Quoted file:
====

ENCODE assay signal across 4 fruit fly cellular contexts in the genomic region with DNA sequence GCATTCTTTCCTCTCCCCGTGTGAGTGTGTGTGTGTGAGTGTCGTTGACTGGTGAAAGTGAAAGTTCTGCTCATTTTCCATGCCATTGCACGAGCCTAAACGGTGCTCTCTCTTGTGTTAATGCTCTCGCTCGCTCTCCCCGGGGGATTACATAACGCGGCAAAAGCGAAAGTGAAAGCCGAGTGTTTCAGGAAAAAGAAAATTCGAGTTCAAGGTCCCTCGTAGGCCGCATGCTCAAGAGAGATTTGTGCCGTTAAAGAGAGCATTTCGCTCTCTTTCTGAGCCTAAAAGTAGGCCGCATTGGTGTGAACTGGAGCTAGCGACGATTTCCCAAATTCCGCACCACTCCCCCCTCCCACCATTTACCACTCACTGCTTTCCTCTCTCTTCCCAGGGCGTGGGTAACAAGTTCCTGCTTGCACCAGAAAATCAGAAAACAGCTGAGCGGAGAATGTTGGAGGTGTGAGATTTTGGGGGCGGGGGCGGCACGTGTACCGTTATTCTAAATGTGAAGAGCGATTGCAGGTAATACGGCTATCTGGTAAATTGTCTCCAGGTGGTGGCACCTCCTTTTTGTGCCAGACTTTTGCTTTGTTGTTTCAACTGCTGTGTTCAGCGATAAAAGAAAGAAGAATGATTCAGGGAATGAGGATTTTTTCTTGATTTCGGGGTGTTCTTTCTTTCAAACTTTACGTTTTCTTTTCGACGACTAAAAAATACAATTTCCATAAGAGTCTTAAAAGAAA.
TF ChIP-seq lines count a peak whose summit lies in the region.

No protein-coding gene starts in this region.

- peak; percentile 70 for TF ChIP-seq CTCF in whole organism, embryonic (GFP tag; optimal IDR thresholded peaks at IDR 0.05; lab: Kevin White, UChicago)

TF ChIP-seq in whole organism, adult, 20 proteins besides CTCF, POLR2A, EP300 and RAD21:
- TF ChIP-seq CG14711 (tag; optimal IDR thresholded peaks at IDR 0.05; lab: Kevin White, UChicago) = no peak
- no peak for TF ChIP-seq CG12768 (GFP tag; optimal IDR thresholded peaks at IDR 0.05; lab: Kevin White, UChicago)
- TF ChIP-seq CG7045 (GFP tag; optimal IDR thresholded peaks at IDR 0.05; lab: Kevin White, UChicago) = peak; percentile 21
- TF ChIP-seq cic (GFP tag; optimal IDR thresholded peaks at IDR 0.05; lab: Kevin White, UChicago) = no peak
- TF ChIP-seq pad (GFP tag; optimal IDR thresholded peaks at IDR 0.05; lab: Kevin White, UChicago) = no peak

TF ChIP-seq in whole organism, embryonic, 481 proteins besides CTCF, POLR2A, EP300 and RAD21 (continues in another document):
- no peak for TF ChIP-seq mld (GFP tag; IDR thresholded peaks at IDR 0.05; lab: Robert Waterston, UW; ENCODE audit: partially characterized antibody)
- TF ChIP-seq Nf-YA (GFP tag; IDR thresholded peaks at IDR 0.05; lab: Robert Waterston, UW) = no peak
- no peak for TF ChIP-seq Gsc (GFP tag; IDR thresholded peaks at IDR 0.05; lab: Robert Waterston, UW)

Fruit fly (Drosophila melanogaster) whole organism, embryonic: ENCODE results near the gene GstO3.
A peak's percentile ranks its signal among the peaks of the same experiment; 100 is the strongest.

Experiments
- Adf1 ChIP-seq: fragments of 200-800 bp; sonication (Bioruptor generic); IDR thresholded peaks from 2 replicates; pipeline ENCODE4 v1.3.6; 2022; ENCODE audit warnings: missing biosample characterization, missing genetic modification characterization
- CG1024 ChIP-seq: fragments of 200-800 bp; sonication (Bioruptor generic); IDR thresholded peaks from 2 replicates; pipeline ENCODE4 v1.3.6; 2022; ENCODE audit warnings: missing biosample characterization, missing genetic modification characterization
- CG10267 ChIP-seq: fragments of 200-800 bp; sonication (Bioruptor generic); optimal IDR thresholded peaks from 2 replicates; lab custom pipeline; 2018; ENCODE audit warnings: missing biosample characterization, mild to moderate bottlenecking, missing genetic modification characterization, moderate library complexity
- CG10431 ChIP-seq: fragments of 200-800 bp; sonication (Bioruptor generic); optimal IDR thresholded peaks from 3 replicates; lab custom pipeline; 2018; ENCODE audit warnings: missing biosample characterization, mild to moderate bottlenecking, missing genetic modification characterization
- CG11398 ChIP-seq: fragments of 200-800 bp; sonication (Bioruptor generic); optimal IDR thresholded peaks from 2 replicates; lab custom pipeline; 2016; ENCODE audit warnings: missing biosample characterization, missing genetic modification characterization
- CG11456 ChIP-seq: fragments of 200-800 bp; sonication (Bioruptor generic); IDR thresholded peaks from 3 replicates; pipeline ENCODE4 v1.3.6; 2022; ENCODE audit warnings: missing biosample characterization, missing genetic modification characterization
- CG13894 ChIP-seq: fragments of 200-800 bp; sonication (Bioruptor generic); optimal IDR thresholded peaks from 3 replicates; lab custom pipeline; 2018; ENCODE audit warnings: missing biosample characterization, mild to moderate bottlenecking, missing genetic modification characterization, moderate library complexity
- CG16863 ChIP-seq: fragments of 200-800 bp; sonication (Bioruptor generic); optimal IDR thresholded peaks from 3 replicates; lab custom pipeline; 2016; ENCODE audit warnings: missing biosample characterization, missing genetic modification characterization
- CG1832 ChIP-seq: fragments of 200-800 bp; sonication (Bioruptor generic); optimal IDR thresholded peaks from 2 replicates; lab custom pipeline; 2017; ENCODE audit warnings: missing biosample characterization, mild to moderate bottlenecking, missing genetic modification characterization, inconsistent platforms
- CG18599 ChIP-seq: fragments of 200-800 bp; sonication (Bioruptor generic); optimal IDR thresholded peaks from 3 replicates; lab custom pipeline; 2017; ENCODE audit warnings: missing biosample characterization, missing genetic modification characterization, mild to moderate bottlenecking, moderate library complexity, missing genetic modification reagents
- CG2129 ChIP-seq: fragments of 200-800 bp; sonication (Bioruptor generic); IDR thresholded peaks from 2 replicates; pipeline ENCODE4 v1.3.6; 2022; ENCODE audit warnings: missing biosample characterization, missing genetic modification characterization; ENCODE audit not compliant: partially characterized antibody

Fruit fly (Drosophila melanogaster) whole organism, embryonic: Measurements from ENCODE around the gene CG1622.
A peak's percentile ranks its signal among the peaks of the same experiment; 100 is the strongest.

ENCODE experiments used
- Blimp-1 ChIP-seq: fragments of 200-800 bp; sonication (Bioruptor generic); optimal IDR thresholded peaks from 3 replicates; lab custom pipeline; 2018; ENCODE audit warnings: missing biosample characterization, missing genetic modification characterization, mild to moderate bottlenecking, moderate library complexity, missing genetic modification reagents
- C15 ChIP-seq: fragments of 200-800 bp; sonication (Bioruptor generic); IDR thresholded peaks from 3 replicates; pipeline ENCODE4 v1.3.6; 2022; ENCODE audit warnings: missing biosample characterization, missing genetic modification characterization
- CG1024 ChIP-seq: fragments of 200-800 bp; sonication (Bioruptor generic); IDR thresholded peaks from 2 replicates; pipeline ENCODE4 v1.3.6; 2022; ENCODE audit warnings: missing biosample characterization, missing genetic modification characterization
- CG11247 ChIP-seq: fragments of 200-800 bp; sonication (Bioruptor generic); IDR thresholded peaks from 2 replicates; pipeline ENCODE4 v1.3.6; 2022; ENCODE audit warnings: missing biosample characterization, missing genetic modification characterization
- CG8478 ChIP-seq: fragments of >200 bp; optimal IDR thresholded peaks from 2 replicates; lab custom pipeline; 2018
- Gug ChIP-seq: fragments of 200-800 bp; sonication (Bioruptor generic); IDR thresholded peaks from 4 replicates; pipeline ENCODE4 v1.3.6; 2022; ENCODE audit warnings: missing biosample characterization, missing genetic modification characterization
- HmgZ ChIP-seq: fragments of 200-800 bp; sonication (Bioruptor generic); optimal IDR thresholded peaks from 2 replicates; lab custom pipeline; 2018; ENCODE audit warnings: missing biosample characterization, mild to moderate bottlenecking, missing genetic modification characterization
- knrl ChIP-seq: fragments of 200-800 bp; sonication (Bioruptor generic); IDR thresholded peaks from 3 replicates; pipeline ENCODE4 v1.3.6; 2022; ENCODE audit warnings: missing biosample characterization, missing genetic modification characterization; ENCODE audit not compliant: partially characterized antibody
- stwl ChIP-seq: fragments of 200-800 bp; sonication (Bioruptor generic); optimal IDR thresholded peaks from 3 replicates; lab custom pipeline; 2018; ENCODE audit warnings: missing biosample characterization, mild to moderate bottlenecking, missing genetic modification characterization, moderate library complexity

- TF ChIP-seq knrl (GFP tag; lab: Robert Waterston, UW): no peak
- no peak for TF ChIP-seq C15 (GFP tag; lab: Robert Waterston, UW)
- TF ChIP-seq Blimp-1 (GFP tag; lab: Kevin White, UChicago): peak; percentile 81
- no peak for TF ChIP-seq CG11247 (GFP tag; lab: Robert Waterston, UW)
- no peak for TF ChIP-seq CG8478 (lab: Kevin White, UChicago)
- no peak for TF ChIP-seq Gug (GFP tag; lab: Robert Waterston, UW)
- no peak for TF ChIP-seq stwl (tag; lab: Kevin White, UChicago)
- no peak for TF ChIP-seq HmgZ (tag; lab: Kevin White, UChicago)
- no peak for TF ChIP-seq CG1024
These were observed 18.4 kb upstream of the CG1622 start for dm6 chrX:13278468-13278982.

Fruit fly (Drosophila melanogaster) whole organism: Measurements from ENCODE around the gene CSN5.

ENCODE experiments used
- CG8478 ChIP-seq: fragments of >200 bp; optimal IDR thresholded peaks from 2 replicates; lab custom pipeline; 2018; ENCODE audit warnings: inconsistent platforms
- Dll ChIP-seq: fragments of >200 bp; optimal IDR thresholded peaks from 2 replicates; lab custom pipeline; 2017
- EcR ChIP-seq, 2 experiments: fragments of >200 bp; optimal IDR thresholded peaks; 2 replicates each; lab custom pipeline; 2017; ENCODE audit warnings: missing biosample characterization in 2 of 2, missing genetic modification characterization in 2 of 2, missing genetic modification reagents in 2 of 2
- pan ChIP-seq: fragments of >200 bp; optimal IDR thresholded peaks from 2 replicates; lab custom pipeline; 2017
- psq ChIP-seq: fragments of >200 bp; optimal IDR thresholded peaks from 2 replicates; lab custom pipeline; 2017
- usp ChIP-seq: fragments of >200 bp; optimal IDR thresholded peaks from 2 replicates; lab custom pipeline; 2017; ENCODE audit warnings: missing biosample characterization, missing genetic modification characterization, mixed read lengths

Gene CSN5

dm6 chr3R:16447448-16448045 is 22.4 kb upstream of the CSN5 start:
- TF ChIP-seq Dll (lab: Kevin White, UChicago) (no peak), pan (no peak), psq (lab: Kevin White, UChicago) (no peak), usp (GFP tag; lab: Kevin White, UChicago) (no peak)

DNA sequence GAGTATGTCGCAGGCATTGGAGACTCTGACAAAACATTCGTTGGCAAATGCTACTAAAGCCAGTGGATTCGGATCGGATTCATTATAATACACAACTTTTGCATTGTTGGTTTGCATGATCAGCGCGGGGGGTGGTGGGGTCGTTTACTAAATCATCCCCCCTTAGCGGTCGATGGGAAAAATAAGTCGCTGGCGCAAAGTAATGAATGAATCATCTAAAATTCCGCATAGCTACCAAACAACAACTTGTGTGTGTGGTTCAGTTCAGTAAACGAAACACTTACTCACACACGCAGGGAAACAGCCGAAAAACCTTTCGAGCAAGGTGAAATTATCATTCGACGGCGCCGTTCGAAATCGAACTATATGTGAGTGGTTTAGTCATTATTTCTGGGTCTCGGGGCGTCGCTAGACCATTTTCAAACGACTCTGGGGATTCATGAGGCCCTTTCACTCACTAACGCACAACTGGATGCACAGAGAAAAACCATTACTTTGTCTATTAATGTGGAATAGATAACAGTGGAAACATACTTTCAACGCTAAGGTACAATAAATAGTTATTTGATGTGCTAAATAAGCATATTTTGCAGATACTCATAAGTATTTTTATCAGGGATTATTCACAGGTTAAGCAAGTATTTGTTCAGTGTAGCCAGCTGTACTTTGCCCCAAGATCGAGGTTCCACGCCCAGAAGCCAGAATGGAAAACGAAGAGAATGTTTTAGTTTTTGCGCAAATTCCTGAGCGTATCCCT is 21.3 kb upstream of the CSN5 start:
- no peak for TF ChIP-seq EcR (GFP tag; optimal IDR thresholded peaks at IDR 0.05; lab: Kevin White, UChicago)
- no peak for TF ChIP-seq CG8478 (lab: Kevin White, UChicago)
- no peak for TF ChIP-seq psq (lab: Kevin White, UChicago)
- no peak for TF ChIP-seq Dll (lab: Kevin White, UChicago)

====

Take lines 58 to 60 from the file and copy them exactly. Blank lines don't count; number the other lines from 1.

- usp ChIP-seq: fragments of >200 bp; optimal IDR thresholded peaks from 2 replicates; lab custom pipeline; 2017; ENCODE audit warnings: missing biosample characterization, missing genetic modification characterization, mixed read lengths

Gene CSN5

dm6 chr3R:16447448-16448045 is 22.4 kb upstream of the CSN5 start: